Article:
My original plan was to try Navajo plying it, but I think I’m actually going to ply it with a sample of Welsh Black I’m working on now.
I think that should produce an interesting yarn, and also gives me the chance of a reasonable yardage. I’ve only got 25g of the Welsh Black, compared to 35g of the batt, so I suspect there will be a bit left over to try Navajo plying anyway!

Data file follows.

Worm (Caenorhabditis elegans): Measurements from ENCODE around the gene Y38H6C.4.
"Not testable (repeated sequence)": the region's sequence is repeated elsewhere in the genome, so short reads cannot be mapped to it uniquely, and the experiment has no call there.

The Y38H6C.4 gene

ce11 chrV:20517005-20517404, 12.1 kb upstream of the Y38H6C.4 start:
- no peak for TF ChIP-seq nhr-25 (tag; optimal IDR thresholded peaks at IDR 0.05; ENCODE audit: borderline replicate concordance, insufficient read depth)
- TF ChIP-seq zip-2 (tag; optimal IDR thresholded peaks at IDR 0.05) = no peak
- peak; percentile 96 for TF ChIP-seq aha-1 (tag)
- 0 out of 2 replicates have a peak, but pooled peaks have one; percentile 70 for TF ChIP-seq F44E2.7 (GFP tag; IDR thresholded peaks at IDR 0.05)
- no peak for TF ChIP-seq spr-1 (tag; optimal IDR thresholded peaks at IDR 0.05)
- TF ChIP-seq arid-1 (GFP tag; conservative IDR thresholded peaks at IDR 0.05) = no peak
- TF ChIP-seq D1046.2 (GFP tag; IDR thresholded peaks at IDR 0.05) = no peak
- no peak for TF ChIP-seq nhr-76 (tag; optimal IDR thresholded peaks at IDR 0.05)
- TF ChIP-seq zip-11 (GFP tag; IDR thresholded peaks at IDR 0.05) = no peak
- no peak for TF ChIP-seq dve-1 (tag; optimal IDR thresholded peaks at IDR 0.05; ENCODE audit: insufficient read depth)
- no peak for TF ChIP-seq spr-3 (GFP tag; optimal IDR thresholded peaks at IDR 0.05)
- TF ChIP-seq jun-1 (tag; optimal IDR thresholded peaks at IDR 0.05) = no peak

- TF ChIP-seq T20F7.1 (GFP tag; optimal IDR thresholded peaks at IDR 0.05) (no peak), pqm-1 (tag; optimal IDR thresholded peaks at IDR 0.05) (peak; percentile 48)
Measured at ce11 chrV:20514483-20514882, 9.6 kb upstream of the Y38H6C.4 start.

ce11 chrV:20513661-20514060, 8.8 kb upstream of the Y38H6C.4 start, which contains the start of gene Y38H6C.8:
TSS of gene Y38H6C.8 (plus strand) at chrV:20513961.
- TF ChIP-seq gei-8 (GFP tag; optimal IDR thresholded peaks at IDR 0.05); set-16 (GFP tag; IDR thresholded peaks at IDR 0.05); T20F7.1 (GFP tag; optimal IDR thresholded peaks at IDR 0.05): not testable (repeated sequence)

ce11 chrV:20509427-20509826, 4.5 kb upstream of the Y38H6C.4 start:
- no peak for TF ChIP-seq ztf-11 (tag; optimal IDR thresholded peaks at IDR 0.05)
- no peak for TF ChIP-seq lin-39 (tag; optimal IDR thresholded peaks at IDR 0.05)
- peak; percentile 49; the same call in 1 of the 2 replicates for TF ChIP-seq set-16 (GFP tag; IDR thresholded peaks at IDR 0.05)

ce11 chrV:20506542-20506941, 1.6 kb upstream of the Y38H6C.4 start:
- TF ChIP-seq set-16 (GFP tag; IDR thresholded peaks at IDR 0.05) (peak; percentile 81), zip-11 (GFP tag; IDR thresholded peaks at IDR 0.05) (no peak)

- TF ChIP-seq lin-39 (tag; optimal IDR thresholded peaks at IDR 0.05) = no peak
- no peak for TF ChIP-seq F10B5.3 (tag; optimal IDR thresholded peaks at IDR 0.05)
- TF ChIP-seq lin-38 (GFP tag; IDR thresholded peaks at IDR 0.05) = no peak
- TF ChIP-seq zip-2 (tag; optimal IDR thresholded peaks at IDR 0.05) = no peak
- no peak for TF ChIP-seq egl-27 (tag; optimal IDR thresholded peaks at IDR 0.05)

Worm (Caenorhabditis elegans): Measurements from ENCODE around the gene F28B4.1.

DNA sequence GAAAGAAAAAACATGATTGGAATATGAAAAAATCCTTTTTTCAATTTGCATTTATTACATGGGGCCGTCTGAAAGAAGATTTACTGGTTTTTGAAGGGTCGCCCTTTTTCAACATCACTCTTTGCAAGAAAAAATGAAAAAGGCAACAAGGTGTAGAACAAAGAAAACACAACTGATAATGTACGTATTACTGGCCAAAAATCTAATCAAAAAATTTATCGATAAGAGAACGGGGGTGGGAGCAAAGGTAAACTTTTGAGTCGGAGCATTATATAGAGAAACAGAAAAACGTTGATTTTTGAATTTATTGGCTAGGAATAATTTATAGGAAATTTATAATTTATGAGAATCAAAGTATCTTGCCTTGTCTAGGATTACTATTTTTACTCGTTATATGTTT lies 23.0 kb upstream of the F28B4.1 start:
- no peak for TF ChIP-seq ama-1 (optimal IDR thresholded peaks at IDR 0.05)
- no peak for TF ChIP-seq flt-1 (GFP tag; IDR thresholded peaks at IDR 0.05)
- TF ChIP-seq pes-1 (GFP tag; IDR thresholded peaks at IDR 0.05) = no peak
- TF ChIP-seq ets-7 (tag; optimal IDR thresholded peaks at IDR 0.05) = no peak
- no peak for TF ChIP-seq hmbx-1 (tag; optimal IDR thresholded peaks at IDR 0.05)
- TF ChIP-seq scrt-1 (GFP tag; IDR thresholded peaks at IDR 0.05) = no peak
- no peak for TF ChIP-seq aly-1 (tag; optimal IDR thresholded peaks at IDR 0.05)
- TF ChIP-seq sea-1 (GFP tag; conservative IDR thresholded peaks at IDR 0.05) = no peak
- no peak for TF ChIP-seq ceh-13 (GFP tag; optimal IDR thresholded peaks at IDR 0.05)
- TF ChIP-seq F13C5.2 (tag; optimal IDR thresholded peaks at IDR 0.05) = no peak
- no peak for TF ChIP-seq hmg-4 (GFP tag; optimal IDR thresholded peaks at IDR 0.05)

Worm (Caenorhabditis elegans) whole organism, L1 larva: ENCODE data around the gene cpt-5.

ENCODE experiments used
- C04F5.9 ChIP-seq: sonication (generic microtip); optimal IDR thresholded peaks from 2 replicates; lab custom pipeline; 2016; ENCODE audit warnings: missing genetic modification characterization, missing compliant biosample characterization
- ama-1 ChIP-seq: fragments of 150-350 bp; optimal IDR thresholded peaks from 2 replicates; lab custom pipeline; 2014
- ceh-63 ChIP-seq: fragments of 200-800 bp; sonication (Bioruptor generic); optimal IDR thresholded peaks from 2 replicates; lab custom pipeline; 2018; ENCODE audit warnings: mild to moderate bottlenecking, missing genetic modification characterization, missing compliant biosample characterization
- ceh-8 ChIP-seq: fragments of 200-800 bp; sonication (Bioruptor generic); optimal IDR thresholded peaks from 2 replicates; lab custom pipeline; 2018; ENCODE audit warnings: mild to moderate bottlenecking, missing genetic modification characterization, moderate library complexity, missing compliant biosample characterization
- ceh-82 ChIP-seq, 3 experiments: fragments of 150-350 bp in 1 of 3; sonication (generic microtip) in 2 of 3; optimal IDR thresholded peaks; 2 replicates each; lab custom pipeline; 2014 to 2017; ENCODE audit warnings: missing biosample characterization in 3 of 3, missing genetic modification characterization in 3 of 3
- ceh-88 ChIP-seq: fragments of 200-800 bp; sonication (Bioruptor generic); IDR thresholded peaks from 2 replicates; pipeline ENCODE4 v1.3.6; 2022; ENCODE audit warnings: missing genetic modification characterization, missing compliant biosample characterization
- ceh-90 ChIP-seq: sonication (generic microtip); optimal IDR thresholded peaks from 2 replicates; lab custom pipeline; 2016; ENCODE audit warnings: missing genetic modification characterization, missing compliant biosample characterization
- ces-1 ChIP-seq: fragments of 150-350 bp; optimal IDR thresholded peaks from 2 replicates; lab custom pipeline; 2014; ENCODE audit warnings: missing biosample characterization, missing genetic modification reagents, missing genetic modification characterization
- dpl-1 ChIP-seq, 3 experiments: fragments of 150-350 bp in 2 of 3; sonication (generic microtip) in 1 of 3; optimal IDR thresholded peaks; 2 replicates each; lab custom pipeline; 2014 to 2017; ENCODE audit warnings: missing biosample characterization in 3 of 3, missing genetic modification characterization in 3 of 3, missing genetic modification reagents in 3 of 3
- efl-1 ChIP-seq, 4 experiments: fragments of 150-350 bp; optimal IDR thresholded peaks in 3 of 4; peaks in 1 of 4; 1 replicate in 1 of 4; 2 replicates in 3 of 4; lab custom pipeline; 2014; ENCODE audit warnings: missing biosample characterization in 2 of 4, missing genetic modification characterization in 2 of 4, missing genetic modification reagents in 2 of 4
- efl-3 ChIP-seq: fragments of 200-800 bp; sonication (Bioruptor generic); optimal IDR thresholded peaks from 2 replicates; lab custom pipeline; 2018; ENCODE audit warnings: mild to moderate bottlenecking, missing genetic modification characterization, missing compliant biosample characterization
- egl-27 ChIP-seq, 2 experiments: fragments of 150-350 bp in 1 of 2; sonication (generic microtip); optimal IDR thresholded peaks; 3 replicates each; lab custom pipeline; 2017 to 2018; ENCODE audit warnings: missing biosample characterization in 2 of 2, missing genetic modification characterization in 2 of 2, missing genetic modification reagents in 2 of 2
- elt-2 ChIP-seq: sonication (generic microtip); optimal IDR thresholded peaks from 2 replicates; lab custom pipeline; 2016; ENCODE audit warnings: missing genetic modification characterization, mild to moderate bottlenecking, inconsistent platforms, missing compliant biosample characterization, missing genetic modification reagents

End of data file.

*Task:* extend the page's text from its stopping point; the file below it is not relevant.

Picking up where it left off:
I’ve spent the last two days taking part in a participatory video workshop as part of a project aimed at reducing stigma around mental health issues run by a local charity with funding from Time to Change. There were seven of us involved; we all had some form of mental health problem but other than that we were a very diverse group (well, as diverse as you are likely to find in Oxford, which is not a very diverse city). Our ages ranged from mid-20s to retirement age and while affluent educated Oxford was certainly represented there were also people from less privileged backgrounds. We spent the weekend getting to know each other, learning how to use the camcorders, sharing some of our experiences of mental health problems and finally recording 30 seconds each of talking to camera as well as some shorter clips to show more about us as people and make the point that we are far more than just our mental health issues. (No prizes for guessing what got filmed for me there…) I had thought that I would talk about my experience of depression, and maybe about how crafting helps me, but in the end I chickened out of that because I’m currently in a place where sharing a hopeful, optimistic story about how I fill my life with things that make it easier to live with depression felt too much like a lie, but given how small Oxford is (one of the other volunteers mentioned that she used to follow me on Twitter and read my outfit posts, that’s how small it is) and that one of the ideas is that the video might be shown in workplaces I wasn’t brave enough to say what I’m really feeling right now, that after five years of trying so many different things I don’t feel that my depression has got any better and am very short on hope for the future. Not where someone from work might see it, maybe in a few months’ time when (hopefully) I will be feeling better because it won’t be winter anymore and some of the other stuff that’s putting me under stress will have been sorted out. Because yes, there is a stigma attached to mental health problems, and while I am increasingly open about mine because I am tired of not being I’m still wary of admitting to feeling suicidal, especially in something where there isn’t a timestamp and a string of other posts to show how the negative emotions ebb and flow. Anyway, 30 seconds isn’t very long so I just talked about how important I think it is to talk about mental health, and how talking has helped me to build up my support network but other people have also told me that my openness has helped them to be more open as well.